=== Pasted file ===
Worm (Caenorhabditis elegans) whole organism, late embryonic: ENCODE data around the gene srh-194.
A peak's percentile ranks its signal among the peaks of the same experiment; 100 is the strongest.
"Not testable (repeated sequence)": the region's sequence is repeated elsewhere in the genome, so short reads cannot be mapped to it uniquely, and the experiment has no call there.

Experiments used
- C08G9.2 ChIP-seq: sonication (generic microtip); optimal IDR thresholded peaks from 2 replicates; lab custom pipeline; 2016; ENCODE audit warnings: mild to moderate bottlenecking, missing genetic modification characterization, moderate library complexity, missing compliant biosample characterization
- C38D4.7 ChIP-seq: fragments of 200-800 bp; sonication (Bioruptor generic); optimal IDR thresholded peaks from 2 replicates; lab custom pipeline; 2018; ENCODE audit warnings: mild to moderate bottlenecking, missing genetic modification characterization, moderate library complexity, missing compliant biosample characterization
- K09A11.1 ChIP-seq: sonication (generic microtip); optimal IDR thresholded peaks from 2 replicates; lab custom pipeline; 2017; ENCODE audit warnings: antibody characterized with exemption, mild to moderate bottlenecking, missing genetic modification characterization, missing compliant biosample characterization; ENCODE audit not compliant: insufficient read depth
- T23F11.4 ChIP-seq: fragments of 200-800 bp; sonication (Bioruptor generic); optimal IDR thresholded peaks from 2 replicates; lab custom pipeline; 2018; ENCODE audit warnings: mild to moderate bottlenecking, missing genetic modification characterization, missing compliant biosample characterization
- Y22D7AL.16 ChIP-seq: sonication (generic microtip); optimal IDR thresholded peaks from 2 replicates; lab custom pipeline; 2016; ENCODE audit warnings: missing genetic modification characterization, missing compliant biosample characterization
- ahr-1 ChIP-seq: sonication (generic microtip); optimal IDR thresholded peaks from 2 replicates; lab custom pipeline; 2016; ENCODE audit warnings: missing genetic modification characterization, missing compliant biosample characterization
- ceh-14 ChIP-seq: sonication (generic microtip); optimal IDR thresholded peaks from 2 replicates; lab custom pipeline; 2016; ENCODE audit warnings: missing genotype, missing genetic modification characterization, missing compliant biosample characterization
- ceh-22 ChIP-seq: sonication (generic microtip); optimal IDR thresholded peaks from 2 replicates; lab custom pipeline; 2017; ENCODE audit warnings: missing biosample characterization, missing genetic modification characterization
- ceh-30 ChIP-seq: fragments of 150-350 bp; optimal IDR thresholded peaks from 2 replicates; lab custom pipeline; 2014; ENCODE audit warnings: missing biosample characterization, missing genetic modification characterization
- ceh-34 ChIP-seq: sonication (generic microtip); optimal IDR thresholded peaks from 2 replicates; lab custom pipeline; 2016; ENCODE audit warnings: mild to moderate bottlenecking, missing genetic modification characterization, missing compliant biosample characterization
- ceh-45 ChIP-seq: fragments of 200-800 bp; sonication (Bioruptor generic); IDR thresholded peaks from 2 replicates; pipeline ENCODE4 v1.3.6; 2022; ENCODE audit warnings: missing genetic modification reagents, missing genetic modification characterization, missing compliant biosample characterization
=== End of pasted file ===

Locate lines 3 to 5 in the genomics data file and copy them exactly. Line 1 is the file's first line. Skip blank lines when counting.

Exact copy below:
"Not testable (repeated sequence)": the region's sequence is repeated elsewhere in the genome, so short reads cannot be mapped to it uniquely, and the experiment has no call there.

Experiments used
- C08G9.2 ChIP-seq: sonication (generic microtip); optimal IDR thresholded peaks from 2 replicates; lab custom pipeline; 2016; ENCODE audit warnings: mild to moderate bottlenecking, missing genetic modification characterization, moderate library complexity, missing compliant biosample characterization